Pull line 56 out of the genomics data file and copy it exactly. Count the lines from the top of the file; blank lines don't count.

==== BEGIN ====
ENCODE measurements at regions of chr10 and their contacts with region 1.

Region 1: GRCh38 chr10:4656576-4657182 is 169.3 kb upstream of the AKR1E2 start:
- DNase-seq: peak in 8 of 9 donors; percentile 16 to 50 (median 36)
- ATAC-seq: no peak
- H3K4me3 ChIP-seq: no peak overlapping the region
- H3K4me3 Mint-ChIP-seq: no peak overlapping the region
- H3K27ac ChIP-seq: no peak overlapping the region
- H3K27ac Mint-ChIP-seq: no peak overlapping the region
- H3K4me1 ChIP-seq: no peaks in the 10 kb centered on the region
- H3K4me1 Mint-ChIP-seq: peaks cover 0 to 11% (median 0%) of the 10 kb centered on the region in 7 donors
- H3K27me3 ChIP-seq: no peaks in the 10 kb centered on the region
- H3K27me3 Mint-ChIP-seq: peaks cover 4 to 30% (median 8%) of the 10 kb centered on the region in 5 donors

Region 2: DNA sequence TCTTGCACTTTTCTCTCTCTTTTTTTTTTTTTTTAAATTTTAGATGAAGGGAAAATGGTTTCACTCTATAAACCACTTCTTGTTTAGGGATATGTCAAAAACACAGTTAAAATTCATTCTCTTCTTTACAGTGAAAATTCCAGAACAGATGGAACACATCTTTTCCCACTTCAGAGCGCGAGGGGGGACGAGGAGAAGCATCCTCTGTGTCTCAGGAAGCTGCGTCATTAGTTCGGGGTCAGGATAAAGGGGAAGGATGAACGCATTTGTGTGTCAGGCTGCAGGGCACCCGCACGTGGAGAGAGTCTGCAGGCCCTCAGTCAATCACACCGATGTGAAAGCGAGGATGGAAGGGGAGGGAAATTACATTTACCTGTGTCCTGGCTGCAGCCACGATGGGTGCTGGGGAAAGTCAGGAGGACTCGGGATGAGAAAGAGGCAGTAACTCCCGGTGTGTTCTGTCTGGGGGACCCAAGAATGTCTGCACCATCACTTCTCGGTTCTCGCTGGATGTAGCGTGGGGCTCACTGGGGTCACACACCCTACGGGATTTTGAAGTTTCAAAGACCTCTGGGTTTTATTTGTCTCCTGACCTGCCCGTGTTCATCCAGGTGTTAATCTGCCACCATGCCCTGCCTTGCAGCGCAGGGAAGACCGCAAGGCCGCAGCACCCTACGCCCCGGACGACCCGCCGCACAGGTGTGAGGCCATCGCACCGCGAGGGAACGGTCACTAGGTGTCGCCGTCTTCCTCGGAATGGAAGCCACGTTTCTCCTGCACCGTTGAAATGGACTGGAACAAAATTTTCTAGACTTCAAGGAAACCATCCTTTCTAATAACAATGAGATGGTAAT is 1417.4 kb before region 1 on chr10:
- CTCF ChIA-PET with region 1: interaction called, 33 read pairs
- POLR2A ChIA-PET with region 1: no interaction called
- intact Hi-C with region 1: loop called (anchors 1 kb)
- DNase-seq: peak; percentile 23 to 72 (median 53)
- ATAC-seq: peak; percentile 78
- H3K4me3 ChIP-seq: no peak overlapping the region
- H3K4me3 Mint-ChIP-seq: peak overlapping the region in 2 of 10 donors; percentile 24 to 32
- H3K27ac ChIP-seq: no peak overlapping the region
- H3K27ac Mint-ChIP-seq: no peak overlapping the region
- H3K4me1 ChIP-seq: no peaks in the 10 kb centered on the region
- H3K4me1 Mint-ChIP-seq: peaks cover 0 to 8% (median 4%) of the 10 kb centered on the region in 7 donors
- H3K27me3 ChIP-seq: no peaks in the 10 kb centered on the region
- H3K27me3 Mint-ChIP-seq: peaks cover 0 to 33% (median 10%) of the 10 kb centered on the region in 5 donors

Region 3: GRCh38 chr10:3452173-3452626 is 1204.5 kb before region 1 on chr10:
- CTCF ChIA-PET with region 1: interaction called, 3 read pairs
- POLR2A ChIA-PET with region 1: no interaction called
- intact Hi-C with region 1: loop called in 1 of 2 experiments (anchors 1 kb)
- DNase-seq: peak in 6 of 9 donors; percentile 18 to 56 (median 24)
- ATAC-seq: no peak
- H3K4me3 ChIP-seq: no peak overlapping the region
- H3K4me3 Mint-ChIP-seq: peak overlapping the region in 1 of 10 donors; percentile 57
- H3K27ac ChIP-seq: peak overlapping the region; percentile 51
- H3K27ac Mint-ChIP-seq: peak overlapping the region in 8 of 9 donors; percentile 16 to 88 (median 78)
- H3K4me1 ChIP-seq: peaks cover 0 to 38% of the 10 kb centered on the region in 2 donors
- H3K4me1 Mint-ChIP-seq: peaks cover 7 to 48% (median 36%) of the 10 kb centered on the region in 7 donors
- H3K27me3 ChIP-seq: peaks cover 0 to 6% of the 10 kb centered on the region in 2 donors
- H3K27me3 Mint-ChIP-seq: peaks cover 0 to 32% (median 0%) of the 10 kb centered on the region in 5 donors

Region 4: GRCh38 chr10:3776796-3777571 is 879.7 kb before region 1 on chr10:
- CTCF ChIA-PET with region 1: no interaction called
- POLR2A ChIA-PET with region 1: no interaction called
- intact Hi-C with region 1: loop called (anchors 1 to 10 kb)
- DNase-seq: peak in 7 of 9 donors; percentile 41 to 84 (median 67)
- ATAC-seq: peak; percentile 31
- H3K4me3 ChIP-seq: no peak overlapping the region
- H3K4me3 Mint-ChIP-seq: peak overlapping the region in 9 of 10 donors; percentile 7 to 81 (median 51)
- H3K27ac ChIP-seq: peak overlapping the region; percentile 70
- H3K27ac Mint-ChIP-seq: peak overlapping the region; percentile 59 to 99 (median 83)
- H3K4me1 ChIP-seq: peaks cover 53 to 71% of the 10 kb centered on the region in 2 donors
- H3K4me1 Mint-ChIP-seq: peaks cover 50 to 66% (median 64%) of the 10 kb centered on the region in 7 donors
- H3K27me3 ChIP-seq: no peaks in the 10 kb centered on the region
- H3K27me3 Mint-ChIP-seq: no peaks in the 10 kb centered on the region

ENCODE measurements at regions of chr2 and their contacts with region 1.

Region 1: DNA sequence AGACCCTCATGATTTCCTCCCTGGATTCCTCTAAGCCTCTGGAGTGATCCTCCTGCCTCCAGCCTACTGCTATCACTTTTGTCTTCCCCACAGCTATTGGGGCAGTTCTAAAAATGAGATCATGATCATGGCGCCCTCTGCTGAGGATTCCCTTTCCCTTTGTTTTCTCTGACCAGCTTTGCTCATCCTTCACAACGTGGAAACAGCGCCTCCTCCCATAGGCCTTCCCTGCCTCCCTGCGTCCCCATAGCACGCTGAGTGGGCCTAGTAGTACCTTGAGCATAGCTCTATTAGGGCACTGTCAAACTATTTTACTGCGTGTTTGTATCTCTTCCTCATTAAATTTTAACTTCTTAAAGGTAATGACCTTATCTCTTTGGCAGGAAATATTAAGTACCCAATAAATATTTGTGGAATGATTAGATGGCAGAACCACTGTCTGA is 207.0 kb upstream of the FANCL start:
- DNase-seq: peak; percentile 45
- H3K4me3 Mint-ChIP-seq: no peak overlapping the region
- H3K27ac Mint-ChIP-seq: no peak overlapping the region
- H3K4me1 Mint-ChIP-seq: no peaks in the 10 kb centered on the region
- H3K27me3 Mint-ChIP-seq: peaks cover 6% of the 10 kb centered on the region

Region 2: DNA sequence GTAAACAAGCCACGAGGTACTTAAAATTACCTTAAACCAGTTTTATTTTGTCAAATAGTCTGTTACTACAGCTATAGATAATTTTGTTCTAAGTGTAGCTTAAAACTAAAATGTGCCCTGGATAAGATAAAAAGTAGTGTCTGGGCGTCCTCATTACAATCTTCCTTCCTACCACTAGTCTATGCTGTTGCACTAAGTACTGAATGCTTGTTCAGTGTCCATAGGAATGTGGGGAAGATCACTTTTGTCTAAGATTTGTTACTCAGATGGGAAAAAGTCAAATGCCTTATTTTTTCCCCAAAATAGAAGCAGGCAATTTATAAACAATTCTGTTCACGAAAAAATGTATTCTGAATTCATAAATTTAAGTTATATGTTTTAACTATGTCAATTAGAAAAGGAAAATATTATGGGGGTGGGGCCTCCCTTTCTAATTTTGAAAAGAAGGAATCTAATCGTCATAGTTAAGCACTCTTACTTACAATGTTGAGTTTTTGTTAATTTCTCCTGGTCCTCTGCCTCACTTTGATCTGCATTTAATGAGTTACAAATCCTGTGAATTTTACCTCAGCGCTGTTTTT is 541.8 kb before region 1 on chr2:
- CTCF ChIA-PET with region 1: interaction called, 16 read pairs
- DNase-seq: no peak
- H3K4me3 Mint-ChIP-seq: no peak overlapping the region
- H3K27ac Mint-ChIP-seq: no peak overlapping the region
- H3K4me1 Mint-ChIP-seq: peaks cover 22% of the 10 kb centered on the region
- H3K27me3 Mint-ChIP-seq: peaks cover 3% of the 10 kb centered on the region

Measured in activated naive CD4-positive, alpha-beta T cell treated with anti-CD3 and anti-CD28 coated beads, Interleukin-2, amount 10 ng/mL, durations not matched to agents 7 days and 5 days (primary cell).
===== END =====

Region 1: DNA sequence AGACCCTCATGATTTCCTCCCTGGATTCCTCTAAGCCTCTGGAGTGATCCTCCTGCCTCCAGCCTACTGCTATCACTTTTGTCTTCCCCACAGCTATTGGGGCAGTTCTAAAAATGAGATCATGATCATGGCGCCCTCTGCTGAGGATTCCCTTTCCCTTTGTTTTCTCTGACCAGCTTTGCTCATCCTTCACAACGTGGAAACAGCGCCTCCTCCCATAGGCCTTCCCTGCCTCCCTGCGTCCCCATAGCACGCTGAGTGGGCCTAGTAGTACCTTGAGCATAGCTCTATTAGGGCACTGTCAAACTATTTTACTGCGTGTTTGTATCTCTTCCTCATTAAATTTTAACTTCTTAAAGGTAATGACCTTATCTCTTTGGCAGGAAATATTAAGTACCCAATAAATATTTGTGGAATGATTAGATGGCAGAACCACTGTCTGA is 207.0 kb upstream of the FANCL start: